At some point in the first few weeks or months ob being retired, you may mutter the words, “I’m bored.” The first inclination is to rush out and do something, anything to avoid the feeling of not being needed, of not having a place to go or something that calls for you to do.

The transition from work to retirement is a very interesting shift. One day, you’re required to get up at a certain time, battle traffic, enter into a hectic work day filled with meetings, tasks that can’t be completed in a timely matter, finish the day to rush home to complete unfinished chores, often falling into bed exhausted, only to get a few hours later to start the process all over again.

No wonder people look forward to retirement as a breath of fresh air. Being able to get up when you want, drink a quiet cup of coffee and leisurely read the paper without feeling rushed is a wonderful feeling to the new retiree.

You may know someone who entered into retirement with the same zest and zeal they had when they worked, proclaiming, “I don’t know how I ever found time to work,” as they busily run from one event to another. But, most people crave a rest from the rat race and long to take the time to smell the roses. Many spend the first few months catching up on long over due chores at home.

At some point in the first few weeks or months ob being retired, you may mutter the words, “I’m bored.” The first inclination is to rush out and do something, anything to avoid the feeling of not being needed, of not having a place to go or something that calls for you to do.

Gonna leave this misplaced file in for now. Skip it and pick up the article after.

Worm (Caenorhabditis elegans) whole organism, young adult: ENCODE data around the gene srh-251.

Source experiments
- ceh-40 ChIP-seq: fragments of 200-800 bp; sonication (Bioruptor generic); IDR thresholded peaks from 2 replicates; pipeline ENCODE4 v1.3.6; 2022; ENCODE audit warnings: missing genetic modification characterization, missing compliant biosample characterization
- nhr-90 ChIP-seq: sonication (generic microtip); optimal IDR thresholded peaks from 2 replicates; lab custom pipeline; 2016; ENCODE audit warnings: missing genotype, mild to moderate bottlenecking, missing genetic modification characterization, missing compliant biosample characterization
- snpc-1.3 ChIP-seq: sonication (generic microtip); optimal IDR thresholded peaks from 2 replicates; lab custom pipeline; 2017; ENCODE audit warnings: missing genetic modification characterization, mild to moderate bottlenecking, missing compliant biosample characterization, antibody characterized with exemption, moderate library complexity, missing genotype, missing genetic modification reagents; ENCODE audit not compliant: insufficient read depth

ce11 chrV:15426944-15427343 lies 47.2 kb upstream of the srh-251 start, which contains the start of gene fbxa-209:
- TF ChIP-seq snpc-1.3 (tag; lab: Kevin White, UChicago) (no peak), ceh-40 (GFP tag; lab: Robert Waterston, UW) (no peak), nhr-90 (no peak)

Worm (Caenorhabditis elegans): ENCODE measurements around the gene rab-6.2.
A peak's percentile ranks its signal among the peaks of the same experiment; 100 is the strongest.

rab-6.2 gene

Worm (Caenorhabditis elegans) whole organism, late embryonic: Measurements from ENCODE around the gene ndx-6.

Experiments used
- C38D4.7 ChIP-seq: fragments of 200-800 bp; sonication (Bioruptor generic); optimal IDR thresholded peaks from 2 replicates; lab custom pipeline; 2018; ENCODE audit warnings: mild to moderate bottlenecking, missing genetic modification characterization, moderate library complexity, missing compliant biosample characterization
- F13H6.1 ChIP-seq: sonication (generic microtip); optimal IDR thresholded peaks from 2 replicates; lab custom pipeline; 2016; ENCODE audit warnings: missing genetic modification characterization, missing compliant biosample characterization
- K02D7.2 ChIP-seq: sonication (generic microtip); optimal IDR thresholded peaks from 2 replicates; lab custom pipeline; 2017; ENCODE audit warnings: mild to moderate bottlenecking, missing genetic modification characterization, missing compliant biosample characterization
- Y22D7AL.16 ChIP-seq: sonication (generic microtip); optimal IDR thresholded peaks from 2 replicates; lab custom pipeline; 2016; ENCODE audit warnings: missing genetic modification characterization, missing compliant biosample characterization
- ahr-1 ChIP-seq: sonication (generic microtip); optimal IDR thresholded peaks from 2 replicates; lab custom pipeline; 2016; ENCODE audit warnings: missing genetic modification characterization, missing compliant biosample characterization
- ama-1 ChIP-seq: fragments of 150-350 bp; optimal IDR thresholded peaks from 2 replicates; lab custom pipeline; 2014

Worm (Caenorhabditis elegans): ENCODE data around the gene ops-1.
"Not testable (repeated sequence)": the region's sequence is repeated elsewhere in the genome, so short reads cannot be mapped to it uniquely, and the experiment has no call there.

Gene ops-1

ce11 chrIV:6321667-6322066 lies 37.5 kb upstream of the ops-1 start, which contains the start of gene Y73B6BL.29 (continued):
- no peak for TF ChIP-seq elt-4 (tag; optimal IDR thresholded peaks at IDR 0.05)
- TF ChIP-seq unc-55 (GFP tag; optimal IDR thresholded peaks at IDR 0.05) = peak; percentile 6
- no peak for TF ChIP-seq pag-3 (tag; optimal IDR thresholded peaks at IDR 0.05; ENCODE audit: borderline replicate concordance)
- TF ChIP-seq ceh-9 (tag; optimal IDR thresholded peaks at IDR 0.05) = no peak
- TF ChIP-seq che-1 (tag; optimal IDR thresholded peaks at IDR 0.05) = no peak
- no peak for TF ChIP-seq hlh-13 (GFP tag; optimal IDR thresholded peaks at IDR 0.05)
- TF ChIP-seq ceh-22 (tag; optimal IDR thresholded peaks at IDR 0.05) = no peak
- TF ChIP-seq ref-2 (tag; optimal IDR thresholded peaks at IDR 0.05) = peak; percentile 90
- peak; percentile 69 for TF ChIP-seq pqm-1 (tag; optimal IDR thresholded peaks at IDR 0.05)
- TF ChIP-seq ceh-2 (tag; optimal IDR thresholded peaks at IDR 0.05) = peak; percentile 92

This is the natural response the mind makes when not being overwhelmed with things to do. The mind loves to stay occupied. If busy, the mind won’t have to ask the question, “Who am I? What is my purpose in life?”

Retirement is the opportunity to redefine who you are. Finding the answer takes time and quiet. It can’t be rushed and it can’t be found in meaningless activities.

When you hear the dreaded “I’m bored” words creep into your mind, recognize this as an opportunity that is a vital part of the transition and a natural response from you mind. Instead of trying to fill the void with activity, take a few minutes to just be present where you are. Accept your thoughts and feelings, without trying to change them.

Being present is difficult for western people. Unlike people in the east, who learn to meditate and being quiet, westerners, especially Americans are primarily focused on achievement, accomplishment, and keeping busy.

The easiest way to learn to be present is to be aware of your breathing. Focus on your breath as you inhale and then slowly exhale. As you become aware of your breathing, your will automatically be present in that moment.

You have spent the majority of your life focused on the past or the future. You worked hard to arrive at your current place, but your mind is used to racing. It is unaccustomed to being still.

Like any other skill, it takes practice to learn to not want to rush into the next activity. You will find if you practice being present, the other activities in your life will take on greater meaning. As you engage in new interests, you will be able to savor them with a greater awareness and attention.

Author's Bio: 

Cathy Severson, MS helps you make the most of your retirement. Baby boomers understand this isn't your parents’ retirement. Find out how to make the rest of your life the best of your life with the complimentary e-book 7 Ingredients for a Satisfying Retirement.